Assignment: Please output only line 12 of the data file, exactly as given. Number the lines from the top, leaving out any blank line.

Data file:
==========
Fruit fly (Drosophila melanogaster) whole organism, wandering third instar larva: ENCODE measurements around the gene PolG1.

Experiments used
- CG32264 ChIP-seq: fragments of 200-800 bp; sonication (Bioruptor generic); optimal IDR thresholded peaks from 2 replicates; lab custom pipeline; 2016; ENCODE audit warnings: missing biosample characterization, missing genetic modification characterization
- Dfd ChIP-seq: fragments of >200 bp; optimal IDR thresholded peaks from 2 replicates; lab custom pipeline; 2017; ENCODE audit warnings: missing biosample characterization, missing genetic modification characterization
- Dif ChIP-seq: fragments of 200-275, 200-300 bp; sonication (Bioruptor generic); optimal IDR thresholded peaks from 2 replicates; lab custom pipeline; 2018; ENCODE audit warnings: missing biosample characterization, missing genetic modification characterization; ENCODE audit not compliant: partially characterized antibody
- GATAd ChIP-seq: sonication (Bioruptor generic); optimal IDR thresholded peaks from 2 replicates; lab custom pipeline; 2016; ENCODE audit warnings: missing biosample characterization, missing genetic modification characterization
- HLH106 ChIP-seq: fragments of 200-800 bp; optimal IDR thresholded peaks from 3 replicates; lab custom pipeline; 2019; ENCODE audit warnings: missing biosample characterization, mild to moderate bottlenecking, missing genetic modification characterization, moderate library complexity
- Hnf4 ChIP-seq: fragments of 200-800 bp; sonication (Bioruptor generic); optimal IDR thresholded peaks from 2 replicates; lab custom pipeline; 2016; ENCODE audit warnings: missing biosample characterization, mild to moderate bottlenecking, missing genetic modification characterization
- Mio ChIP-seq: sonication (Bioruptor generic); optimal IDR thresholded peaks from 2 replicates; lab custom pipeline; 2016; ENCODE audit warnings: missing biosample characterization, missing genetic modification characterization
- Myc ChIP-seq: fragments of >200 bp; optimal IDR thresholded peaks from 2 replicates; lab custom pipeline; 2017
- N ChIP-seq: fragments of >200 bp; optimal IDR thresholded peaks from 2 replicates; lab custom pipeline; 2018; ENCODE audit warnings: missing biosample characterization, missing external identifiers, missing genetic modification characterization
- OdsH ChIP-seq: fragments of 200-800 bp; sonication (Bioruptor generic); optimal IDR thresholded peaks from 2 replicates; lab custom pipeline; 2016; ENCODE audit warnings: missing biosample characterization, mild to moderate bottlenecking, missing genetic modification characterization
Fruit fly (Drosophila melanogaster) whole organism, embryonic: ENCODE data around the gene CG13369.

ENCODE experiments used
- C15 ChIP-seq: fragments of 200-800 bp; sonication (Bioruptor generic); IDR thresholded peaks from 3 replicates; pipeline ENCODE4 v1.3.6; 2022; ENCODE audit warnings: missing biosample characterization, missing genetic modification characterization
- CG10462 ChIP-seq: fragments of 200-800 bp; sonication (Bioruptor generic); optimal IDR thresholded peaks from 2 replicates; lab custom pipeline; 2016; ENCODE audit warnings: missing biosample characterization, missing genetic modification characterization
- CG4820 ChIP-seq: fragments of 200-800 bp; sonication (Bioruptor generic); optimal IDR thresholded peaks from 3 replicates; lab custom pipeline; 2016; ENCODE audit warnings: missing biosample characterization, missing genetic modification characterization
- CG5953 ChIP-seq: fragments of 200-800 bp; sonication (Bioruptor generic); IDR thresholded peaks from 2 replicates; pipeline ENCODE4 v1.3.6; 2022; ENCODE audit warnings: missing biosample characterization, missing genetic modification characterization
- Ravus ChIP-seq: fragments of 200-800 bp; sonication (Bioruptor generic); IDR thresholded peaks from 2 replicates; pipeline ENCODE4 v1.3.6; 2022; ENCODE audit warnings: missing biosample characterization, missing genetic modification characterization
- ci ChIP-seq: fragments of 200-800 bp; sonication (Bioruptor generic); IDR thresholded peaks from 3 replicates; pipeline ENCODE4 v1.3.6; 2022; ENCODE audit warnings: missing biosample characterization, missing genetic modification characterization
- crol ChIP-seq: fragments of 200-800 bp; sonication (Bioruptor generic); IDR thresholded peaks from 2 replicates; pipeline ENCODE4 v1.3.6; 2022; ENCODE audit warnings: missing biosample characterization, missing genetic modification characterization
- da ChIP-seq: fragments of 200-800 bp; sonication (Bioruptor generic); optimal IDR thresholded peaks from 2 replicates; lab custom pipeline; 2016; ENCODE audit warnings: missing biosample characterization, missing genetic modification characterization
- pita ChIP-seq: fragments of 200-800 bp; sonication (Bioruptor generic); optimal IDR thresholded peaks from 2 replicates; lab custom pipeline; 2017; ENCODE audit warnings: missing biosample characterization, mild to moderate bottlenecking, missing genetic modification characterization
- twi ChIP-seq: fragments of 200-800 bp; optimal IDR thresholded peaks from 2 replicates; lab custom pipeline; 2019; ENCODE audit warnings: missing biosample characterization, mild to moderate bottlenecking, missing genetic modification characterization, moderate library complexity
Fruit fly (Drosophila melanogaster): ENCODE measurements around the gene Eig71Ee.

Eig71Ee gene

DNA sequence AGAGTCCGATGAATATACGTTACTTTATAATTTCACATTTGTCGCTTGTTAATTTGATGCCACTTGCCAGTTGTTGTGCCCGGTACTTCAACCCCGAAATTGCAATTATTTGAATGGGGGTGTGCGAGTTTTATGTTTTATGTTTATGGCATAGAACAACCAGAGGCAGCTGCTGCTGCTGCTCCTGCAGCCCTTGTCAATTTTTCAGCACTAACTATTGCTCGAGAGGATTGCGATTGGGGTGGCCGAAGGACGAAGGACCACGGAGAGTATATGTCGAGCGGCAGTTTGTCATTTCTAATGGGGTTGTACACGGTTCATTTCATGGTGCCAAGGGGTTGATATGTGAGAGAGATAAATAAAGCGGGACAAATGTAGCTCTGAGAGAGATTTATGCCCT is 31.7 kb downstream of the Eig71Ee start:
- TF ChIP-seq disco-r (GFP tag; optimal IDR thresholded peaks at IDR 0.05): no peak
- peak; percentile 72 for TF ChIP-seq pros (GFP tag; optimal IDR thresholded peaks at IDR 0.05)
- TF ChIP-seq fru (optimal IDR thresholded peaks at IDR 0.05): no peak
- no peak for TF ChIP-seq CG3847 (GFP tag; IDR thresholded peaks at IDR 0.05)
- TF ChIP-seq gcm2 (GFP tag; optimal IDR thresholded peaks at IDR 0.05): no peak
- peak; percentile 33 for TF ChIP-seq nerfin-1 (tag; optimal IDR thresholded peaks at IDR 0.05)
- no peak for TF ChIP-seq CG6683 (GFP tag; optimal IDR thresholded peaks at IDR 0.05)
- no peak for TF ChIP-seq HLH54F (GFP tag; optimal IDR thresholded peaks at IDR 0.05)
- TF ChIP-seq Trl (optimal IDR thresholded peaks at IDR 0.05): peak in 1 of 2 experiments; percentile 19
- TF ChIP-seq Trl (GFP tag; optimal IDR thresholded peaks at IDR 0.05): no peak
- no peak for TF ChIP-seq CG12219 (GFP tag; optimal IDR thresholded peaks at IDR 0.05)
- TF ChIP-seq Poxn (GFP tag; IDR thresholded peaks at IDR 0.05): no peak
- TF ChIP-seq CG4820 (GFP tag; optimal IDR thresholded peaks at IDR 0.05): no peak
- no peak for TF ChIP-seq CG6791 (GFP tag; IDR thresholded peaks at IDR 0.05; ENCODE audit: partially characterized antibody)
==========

- OdsH ChIP-seq: fragments of 200-800 bp; sonication (Bioruptor generic); optimal IDR thresholded peaks from 2 replicates; lab custom pipeline; 2016; ENCODE audit warnings: missing biosample characterization, mild to moderate bottlenecking, missing genetic modification characterization